Any time a developer puts together a game based on an historical event, there’s going to be a tradeoff between accuracy and playability. Whether it’s a tabletop sim or a computer game, some situations just aren’t easily recreated, or would cause a serious problem with game balance. Even the most accurate Japanese history sims like Magitech’s “Takeda” series (that uses actual maps of castles and cities and features some battles that even the developers say are impossible to win-just as they were in history), Paradox’s “Sengoku”, or Si-Phon’s “Genpei Souran: Shogun E No Michi” have to take liberties with history in order to give the player some flexibility in options and play style (to say nothing of dispensing with a lot of micromanagement and recordkeeping). Other games like the Nobunaga No Yabou (Nobunaga’s Ambition) series stray from history even further, introducing abstract arcade style battles and making certain characters supermen that tower over everyone else. Which brings us to today’s selection-Creative Assembly’s “Total War Shogun 2: Fall of the Samurai”. Fall of the Samurai is a ‘stand-alone/expansion’ that purports to recreate the turbulent times of the Bakumatsu and early Meiji period where the Tokugawa Shogunate fell and the samurai class was abolished. While CA’s Shogun games have often played fast and loose with history, this time around they’ve managed to take things a step further and create a Japan that has more in common with the Union and Confederacy of the American Civil War than it does the supporters of the Shogunate and Emperor. Total War has become Total Fantasy.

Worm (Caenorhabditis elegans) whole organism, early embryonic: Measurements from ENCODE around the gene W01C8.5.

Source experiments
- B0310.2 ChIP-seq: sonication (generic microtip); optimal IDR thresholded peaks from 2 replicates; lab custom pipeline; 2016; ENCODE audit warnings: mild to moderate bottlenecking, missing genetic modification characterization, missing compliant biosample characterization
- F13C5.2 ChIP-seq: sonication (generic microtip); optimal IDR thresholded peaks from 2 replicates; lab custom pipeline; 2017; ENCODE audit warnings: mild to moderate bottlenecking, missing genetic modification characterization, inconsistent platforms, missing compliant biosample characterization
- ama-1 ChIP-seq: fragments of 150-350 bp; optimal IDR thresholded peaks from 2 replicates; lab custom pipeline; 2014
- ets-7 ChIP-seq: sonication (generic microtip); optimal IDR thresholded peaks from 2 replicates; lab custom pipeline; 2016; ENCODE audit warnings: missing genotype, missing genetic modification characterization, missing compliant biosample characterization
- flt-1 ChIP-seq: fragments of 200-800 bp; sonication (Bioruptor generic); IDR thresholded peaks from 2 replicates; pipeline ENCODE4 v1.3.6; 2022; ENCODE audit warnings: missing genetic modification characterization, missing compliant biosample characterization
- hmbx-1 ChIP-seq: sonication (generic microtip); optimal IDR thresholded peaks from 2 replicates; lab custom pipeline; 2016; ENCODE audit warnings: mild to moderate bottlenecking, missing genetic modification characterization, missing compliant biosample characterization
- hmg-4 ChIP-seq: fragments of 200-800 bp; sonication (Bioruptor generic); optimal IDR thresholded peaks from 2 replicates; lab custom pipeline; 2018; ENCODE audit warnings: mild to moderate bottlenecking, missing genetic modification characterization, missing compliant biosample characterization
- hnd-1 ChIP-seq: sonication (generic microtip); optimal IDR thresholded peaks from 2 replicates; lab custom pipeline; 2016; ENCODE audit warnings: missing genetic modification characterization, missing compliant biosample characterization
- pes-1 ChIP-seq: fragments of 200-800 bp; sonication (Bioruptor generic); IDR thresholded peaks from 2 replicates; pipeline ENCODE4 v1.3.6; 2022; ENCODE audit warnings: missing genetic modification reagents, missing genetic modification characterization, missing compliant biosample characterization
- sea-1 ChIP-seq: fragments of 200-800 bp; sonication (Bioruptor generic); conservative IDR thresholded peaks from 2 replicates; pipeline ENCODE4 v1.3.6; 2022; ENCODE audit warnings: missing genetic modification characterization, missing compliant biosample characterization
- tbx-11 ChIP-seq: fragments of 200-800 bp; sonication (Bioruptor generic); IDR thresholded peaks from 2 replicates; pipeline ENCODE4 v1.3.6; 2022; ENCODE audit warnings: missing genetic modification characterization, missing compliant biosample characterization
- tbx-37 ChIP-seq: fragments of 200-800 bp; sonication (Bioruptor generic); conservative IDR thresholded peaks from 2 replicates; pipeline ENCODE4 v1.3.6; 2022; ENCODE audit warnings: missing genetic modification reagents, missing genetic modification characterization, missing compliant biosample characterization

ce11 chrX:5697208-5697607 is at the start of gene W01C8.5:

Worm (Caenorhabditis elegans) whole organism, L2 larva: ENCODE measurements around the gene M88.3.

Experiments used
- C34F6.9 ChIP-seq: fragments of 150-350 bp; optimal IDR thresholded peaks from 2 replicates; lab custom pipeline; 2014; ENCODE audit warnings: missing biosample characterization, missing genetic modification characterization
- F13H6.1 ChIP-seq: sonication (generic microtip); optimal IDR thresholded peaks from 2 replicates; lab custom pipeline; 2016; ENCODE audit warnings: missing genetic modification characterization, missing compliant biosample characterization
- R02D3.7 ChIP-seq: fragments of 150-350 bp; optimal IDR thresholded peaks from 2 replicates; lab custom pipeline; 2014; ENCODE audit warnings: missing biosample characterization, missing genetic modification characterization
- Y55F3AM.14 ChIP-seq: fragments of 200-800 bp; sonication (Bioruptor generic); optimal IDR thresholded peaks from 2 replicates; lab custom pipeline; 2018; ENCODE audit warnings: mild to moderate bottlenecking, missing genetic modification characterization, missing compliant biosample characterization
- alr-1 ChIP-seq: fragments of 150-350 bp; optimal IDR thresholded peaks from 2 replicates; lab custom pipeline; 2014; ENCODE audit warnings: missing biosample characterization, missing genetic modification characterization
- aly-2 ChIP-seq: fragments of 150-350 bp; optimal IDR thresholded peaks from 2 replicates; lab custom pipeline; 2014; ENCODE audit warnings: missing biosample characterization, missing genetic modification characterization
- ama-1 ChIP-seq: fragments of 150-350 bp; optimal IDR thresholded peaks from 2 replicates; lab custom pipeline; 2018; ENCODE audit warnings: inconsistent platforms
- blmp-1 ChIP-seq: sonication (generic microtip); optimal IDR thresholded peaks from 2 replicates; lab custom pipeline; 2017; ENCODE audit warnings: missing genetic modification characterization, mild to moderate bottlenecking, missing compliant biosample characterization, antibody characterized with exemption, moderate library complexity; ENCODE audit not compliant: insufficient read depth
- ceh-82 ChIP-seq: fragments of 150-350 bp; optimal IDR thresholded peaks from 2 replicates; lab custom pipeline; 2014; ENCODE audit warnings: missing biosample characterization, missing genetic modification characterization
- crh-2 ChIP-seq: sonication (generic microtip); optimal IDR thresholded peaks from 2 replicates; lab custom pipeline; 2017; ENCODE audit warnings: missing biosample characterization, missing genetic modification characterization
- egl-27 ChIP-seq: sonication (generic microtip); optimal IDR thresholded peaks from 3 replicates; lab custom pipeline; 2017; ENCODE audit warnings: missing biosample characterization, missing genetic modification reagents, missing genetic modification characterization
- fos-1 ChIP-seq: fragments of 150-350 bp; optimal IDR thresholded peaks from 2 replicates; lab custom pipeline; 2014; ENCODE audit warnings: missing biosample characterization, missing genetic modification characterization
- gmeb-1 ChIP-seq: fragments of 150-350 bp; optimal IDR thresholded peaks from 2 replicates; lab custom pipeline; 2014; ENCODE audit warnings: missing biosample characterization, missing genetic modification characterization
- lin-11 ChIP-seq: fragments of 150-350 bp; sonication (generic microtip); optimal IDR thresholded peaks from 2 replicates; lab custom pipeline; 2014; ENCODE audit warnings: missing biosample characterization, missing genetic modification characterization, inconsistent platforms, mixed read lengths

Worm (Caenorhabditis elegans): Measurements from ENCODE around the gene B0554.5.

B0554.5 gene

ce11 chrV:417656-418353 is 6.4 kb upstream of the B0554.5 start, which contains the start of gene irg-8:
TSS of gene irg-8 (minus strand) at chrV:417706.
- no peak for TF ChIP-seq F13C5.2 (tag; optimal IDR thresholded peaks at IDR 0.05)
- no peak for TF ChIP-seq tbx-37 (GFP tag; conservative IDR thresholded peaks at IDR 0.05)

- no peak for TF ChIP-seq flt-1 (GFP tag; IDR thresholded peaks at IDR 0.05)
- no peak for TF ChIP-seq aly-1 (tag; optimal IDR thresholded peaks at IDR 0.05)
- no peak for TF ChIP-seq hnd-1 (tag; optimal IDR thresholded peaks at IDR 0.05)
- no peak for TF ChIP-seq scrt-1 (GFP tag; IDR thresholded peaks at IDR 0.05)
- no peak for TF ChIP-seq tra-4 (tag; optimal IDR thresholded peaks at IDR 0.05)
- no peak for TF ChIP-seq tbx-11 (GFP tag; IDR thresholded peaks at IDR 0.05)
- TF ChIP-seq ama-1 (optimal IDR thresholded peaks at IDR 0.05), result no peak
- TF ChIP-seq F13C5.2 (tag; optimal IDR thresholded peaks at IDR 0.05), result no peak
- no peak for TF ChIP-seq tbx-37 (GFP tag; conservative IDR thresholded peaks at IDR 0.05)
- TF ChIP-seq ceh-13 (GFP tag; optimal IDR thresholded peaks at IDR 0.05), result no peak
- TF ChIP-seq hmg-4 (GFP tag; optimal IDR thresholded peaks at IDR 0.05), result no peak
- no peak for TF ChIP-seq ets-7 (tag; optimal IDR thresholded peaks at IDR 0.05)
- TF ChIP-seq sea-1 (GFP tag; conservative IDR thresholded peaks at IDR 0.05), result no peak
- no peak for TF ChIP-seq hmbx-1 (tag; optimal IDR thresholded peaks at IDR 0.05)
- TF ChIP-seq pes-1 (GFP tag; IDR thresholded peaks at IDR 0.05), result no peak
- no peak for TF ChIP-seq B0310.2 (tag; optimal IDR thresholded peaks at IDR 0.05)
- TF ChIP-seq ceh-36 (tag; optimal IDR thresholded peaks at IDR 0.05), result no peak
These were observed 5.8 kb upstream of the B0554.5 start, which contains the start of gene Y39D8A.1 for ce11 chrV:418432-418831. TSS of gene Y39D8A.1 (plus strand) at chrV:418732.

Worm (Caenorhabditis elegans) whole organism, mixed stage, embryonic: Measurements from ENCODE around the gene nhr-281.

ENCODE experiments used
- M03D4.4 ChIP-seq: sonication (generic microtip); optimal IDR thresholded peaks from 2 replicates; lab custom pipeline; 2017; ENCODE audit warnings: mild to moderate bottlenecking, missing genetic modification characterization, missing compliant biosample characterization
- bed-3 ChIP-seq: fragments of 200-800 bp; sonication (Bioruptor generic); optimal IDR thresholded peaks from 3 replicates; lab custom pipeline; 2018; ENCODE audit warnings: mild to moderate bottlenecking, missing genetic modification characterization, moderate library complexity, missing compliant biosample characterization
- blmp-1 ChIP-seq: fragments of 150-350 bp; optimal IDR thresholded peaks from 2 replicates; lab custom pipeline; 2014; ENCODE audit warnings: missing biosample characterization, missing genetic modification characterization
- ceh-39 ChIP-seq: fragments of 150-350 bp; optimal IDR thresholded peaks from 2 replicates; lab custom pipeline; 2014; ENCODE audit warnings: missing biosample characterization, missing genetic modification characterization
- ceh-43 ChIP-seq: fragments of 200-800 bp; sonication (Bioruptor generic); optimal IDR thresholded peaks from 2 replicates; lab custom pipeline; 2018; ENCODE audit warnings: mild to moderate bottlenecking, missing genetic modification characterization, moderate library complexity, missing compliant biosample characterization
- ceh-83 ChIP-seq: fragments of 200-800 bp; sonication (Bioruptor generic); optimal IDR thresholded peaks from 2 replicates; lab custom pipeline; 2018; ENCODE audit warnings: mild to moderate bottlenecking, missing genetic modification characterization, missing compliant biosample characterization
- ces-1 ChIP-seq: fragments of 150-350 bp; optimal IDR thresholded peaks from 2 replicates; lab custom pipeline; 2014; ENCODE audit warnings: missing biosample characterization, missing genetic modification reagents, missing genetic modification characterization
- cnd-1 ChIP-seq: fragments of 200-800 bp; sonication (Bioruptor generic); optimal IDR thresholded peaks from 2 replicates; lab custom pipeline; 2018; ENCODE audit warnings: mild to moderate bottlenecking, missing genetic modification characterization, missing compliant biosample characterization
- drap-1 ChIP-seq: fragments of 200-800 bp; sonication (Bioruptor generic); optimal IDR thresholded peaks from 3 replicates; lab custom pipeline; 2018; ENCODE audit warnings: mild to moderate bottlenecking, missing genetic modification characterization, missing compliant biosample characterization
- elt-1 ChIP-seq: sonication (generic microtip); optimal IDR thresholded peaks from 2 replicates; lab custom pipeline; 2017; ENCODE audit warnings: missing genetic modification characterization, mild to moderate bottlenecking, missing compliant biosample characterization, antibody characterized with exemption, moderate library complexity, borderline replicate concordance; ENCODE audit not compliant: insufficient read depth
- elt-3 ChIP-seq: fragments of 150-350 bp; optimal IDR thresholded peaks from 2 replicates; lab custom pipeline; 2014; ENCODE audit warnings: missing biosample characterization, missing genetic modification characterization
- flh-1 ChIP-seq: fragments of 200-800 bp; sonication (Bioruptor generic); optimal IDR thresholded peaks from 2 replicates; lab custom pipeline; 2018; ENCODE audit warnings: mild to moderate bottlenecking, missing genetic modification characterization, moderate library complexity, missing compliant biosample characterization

Take a look at the box artwork above for Fall of the Samurai-it tells you all you really need to know about the game. An American officer brandishing a revolver shares the cover with a samurai in traditional elaborate armor. If this doesn’t bring to mind a certain blockbuster movie starring Tom Cruise, then CA’s marketing department hasn’t done its job. The modernization of Japan and the influence exerted on it by Western countries (particularly England, France, and the United States-for whatever reason, the Russians, Prussians, and the Dutch are omitted) are the focal point of the game, and about forty years of real time are telescoped into the 6-12 years that the game plays out in. This results in armies on both the Shogunate and Imperial sides that wield an incredible amount of firepower and highly developed naval forces-far more than Japan would ever have been able to accumulate or more importantly, afford. To accommodate the wishes of the game’s largely European and North American player base, CA has not only given them ‘Foreign Veteran’ agents (think Nathan Algren from “The Last Samurai”, or historical French advisor Jules Brunet) that can join Japanese armies and engage in combat/duels, but also allows players to field Western army units. That’s right-you can have units of US Marines (or their British/French counterparts) under the direct command of the Shogunate. Now, we can see allowing these units to appear in the game as allies. After all, it only makes sense that a US/Brit/French unit would defend the commercial interests of their country in Japan-and that sometimes this might have them fighting alongside the Shogunate or Imperialists. But to have them under the DIRECT CONTROL of the Japanese? Ridiculous. It serves no function other than to let Westerners shoehorn their own culture into the ‘mystique’ of the samurai-something which has been going on since (at least) “James Clavell’s Shogun” and movies like “The Hunted”, “The Barbarian and the Geisha”, and the glorious “Bushido Blade” but rarely this blatantly. Want some laughs? Check out some of the game cinemas, where the Emperor sans his retinue is shown chatting with Western advisors at the dockyards in 1864, or the Shogun is shown doing the same thing (and depicted in Court Robes at that).